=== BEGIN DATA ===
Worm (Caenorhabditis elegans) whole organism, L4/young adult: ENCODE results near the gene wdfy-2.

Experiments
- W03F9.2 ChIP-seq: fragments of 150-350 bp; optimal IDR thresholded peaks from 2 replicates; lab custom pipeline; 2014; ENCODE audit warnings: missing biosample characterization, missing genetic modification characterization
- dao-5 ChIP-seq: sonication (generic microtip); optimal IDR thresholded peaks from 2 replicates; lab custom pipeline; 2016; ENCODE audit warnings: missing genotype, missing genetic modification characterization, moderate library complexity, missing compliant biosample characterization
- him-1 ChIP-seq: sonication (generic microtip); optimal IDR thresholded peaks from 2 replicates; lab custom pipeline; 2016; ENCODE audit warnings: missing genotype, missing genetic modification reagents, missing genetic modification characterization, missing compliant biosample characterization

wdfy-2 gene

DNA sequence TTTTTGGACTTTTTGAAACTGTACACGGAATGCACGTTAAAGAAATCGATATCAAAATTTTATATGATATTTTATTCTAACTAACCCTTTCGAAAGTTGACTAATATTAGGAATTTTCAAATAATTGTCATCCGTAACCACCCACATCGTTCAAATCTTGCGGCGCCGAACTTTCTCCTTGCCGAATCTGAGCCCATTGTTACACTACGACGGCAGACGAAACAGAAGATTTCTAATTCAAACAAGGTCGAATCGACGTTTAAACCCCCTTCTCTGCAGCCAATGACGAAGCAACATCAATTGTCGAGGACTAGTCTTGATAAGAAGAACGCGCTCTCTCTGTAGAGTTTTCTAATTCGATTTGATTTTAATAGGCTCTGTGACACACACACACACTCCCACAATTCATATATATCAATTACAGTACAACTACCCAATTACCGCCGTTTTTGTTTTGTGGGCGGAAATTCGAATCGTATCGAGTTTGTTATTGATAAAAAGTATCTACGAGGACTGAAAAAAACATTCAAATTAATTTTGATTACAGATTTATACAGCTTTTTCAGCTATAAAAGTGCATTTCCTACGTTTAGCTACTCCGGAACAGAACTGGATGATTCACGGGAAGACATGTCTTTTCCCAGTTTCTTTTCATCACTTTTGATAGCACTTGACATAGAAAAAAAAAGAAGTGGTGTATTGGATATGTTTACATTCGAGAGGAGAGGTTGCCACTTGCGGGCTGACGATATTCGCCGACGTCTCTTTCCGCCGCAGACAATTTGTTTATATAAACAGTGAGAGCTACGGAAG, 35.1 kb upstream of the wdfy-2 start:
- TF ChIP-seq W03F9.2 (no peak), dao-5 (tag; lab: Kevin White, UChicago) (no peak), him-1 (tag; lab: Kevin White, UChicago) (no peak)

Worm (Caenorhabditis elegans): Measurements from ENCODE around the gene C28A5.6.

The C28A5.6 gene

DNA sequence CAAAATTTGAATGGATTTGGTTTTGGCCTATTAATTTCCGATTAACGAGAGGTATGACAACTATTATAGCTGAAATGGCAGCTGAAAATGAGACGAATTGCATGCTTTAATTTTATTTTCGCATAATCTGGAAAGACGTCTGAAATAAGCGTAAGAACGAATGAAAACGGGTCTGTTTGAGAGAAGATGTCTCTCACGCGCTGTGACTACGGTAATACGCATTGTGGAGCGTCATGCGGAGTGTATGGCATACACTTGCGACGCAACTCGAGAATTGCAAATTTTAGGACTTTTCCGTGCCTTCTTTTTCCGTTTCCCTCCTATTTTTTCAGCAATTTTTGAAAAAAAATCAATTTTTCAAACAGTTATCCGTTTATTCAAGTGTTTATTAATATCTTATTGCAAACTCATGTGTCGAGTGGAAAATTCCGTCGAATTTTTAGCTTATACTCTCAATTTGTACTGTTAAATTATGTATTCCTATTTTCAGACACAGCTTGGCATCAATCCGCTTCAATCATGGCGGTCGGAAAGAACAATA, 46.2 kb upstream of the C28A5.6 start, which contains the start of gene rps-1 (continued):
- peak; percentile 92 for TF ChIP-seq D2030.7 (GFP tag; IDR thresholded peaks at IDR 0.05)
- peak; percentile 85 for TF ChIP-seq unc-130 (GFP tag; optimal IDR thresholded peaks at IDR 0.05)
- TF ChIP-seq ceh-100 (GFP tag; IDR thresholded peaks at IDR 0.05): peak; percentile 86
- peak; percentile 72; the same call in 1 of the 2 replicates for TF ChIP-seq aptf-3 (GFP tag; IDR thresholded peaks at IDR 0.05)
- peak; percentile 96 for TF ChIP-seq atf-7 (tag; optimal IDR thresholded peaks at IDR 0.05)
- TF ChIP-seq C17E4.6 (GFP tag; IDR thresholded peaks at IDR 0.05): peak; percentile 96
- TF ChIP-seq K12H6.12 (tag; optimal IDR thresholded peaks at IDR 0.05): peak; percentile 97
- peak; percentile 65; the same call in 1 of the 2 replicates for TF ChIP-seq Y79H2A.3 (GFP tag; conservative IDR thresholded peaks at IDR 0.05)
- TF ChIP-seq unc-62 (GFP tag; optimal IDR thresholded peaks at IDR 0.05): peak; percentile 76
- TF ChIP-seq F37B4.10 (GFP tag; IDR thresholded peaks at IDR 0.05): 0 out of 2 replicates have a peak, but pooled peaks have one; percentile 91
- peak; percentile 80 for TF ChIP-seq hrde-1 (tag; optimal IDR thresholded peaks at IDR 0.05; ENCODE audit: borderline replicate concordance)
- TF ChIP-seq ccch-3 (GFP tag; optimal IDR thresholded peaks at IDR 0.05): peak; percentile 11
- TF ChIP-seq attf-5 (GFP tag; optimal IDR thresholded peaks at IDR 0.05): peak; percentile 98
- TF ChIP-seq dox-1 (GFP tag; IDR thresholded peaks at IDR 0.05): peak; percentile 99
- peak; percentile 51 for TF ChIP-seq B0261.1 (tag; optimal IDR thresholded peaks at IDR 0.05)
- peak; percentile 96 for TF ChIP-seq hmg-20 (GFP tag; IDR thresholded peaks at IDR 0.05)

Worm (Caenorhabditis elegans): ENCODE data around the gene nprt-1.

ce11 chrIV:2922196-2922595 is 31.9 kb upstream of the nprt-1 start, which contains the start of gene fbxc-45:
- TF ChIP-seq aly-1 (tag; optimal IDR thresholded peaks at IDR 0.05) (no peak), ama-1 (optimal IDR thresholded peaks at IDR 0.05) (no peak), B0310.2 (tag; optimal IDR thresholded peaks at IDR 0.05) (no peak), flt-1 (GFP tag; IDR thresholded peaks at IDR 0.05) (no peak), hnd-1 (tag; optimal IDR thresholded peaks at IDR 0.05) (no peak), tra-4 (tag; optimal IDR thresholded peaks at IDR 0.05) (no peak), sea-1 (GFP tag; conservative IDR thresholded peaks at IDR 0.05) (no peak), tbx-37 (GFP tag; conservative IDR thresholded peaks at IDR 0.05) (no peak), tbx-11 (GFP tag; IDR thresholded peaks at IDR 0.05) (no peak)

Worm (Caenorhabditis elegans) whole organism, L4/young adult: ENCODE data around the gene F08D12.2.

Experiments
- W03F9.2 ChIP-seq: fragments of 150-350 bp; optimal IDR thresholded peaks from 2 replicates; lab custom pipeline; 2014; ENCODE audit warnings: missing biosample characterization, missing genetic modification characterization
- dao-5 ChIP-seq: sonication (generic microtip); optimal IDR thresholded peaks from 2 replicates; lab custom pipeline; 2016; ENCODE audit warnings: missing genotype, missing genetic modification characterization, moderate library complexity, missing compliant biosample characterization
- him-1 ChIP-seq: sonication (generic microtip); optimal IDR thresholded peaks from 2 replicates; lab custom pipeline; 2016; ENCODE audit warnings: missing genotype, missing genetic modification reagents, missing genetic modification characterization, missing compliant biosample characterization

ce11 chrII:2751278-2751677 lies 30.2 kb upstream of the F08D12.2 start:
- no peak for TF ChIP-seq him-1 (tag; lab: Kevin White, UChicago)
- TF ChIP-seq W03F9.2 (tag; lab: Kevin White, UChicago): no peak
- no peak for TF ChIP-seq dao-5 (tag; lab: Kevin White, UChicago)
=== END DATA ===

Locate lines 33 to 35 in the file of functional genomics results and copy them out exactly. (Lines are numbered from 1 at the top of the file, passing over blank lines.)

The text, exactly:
- W03F9.2 ChIP-seq: fragments of 150-350 bp; optimal IDR thresholded peaks from 2 replicates; lab custom pipeline; 2014; ENCODE audit warnings: missing biosample characterization, missing genetic modification characterization
- dao-5 ChIP-seq: sonication (generic microtip); optimal IDR thresholded peaks from 2 replicates; lab custom pipeline; 2016; ENCODE audit warnings: missing genotype, missing genetic modification characterization, moderate library complexity, missing compliant biosample characterization
- him-1 ChIP-seq: sonication (generic microtip); optimal IDR thresholded peaks from 2 replicates; lab custom pipeline; 2016; ENCODE audit warnings: missing genotype, missing genetic modification reagents, missing genetic modification characterization, missing compliant biosample characterization